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Woodruff honors local art teacher
Gore recognized for work with students
-A-Gore Award pic4
Chris Gore, right, art teacher at Dawson County High School, received a $2,500 award April 21 from the Woodruff Arts Center. Upon receiving the honor, Gore thanked his college professor, Tommye Scanlin, left. - photo by Elizabeth Hamilton

A Dawson County High School art teacher was recognized Saturday by the Woodruff Arts Center in Atlanta for championing the positive effects of art on students.

Chris Gore was one of five honorees in the second annual Woodruff Salutes Georgia Arts in Education Leaders award program.

Wayne Chelf, principal of the high school, described Gore as "an artist who teaches rather than a teacher that does art."

"We are honored and proud to show those of the Woodruff Arts Center what we have known for years," Chelf added. "Today was a great celebration for the tremendous work of an exceptional person."

Gore, who received $2,500 for the school's arts program, said he has the pleasure of working with some of the greatest people around.

"Whatever I am, I am because of you," said Gore to his peers and students. "I know there are tons of art teachers out there who do what I do every day. I am grateful for the honor of receiving this award."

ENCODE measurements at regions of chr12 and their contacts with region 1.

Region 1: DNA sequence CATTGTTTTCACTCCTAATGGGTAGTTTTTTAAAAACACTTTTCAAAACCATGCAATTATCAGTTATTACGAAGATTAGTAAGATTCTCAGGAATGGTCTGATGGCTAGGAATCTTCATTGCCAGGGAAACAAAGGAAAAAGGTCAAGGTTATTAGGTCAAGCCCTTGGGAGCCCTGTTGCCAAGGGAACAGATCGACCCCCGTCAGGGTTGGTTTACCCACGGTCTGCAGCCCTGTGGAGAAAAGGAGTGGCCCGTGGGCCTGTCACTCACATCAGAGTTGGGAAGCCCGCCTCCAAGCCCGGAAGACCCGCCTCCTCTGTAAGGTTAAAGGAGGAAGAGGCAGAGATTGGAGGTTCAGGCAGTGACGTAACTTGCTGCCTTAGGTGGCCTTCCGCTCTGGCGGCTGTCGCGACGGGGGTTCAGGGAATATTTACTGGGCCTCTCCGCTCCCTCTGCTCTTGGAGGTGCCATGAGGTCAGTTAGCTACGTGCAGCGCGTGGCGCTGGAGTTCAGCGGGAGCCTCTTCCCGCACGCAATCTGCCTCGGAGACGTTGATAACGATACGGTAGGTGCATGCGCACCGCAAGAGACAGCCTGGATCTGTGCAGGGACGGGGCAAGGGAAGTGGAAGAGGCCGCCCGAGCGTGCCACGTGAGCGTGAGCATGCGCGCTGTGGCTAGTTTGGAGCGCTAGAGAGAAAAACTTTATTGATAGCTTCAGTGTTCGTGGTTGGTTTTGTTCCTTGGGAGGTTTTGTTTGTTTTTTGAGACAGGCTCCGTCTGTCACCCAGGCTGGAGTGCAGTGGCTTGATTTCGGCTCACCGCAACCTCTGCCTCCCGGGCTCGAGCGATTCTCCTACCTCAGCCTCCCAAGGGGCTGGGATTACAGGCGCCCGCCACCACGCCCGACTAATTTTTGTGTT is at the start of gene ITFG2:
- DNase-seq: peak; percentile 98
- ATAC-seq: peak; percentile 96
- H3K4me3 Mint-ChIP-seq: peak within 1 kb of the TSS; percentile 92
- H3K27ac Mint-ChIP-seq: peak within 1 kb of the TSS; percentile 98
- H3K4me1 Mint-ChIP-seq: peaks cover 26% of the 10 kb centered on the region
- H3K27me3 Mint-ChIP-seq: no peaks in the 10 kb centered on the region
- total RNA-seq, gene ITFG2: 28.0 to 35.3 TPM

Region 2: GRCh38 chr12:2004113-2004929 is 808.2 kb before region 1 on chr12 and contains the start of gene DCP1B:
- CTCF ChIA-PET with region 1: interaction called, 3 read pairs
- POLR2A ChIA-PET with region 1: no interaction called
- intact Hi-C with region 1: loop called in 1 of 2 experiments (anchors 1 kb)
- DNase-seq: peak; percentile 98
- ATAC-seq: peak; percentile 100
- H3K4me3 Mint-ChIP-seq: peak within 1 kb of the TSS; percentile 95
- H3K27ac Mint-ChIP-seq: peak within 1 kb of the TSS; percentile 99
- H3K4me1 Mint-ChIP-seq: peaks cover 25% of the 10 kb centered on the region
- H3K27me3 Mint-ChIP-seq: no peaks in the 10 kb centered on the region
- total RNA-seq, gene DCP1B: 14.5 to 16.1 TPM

Joseph Bankoff, president and chief executive officer of the center in Atlanta, made the presentation.

"The program is designed to honor teachers, school and arts administrators, community leaders, and volunteers throughout Georgia who have championed and demonstrated the ability of the arts to impact positively the lives and learning of young people," Bankoff said.

He thanked his students for their hard work and making the program work so well each year. Being positive, he said, and showing students what they are doing right can be effective.

"Once you show a student what they do well, it builds their confidence and from then you can take a step forward ... it works," said Gore of his art program.

Bankoff said he was impressed with how the school is using the arts in an integrated way to create a learning environment.

"Chris Gore is a true artist in his own right who is very good and skilled at teaching the arts as an art," Bankoff said. "We are here today to honor him as well as the pioneering pathway that he has created into an art program."

Bankoff added that Gore has "changed the lives of his students, changed the environment in which learning takes place, and partnered with a wide variety of faculty, administrators and colleagues to make a difference for this community."

According to Bankoff, the Woodruff Arts Center is the fourth largest performing arts center in the nation. It works with leaders and schools throughout the state to show why the arts count, and that education is part of that mission.